Sustainability at Culver

Conserve – Reduce – Educate


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Bring SC3 back to Culver

Who knew 6 days could go by so quickly? The last two days of the Student Climate and Conservation Congress (SC3) have been incredibly memorable.

The last couple days were the culmination of the conference where we wrapped the projects that we’ve been working on. George & I gave a presentation on creating and maintaining environmentally sustainable economics to all the fellows at the event. Our presentation was in the form of a jeopardy game in order to engage the audience. Other groups presented on other environmental topics such as sustainable agriculture, and water conservation.

We also had the opportunity to listen to a few final speakers. Including Forest McCarthy who spoke to us about glacial science and climate change. Through our experiences here at Sc3 we are excited to bring new innovative ideas to our campus to help increase our sustainability. Hopefully we will be able to bring guest speakers to share their knowledge with the Culver community.

Signing off from SC3 for the last time,

Goldie (CGA ’18) & George  (CMA ’18)

 

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Update from SC3

Wow, it’s hard to believe that there’s only one full day left here at Student Climate and Conservation Congress (SC3). Over the past 5 days there has been so much to take in and learn.

On Wednesday we split into OST groups focusing on different environmental topics. My group focuses on sustainable economics. For the past 2 days we have worked on a newsletter and presentation to spread awareness and support sustainable economics practice. Throughout the week we’ve also been learning strategies to create and execute changes in our own communities.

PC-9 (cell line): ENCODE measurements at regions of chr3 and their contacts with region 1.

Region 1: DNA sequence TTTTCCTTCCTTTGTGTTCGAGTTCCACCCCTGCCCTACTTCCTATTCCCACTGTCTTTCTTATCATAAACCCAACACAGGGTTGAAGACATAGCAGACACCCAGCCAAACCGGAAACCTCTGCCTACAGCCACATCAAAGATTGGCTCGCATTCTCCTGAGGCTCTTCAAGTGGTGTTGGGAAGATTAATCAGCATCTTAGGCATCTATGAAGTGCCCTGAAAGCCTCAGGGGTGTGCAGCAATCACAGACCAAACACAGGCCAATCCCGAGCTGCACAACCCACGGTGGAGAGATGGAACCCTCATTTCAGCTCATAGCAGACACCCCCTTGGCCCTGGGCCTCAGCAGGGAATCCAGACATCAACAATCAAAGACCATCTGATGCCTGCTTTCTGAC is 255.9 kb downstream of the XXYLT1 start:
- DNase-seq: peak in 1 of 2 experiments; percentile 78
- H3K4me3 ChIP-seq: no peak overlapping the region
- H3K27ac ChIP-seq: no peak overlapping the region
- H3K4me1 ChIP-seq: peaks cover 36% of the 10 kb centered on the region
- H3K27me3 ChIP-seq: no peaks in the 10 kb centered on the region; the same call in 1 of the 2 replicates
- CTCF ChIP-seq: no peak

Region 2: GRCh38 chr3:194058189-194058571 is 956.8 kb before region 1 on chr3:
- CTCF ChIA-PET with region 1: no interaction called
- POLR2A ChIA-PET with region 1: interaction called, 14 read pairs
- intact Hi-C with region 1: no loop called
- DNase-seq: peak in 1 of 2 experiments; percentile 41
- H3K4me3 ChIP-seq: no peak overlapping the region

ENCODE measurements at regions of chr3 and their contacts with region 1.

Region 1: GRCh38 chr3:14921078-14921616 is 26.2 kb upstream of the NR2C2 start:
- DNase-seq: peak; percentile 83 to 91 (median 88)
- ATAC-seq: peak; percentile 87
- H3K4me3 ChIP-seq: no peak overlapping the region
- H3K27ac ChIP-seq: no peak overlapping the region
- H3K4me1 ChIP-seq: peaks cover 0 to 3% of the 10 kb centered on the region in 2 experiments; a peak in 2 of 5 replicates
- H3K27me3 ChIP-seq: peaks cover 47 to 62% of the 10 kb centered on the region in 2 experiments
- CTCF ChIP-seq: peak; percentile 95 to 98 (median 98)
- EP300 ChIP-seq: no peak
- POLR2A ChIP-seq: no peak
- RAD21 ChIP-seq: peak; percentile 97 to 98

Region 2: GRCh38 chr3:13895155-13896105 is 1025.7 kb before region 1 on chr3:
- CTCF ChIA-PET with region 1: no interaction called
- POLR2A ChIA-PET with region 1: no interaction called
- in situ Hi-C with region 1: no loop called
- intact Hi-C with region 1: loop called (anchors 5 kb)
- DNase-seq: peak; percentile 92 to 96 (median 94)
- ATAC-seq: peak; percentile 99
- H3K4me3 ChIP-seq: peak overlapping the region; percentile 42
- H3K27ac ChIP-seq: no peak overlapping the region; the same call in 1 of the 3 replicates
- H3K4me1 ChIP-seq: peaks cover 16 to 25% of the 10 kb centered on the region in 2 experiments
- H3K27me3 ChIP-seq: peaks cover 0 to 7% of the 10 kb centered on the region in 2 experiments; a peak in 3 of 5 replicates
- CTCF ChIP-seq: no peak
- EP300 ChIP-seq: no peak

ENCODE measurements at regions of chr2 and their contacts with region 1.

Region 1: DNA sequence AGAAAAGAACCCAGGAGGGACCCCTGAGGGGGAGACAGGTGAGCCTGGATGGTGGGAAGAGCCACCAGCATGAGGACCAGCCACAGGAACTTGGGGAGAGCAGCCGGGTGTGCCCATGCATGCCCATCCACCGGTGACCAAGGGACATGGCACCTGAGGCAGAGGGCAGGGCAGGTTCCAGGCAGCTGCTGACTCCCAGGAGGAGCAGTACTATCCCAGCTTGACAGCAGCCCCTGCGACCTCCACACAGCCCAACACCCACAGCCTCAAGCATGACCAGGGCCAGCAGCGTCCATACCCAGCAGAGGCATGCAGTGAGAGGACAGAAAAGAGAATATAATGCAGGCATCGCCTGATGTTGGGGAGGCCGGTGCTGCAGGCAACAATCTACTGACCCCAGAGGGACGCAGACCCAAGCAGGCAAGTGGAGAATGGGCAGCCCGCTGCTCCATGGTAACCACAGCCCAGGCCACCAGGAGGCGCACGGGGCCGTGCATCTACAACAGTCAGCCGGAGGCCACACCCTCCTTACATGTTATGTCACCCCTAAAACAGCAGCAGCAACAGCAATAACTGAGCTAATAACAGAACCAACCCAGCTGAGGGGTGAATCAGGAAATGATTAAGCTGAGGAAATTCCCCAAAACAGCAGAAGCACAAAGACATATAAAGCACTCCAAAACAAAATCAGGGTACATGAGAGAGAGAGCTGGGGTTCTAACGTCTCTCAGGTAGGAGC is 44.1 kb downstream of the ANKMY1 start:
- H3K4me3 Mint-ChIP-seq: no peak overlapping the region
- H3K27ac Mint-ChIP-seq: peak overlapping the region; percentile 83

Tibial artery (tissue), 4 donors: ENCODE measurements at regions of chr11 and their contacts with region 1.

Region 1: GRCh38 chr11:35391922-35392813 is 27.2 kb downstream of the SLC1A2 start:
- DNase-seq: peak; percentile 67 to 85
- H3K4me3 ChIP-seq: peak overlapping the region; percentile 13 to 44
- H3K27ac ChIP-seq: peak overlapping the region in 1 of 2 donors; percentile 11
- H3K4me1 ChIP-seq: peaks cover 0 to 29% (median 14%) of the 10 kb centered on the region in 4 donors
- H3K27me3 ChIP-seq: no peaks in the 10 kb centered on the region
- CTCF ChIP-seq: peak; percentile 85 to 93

We have  had the opportunity to listen to several speakers in various field from all over the country. Today we heard a plenary from student fellows who traveled to SC3 from India as well as a speech by author Amy Larkin. I even got a signed copy of Amy Larkin’s book!

George and I also did some community service today, working for several hours on restoring a trail that leads to the Potomac River. So far this week has been busy, transformative, but most of all rewarding.

Signing off from the second day of Sc3 at NCTC in West Virginia,

Goldie (CGA ’18)


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A Week at SC3

 

This week two Culver students (George Cruickshank CMA 18’ & Goldie Blackson CGA 18’ ) are spending the week at the Student Climate and Conservation Congress (SC3) at the US Fish and Wildlife Service’s National Conservation Training Center in Shepherdstown West Virginia. Here we are participating in many hands on  activities to bring awareness and information concerning environmental issues like climate change back to the student body. We will be updating the sustainability blog with our experiences and learning opportunities from the conference.

Here’s George with his experience: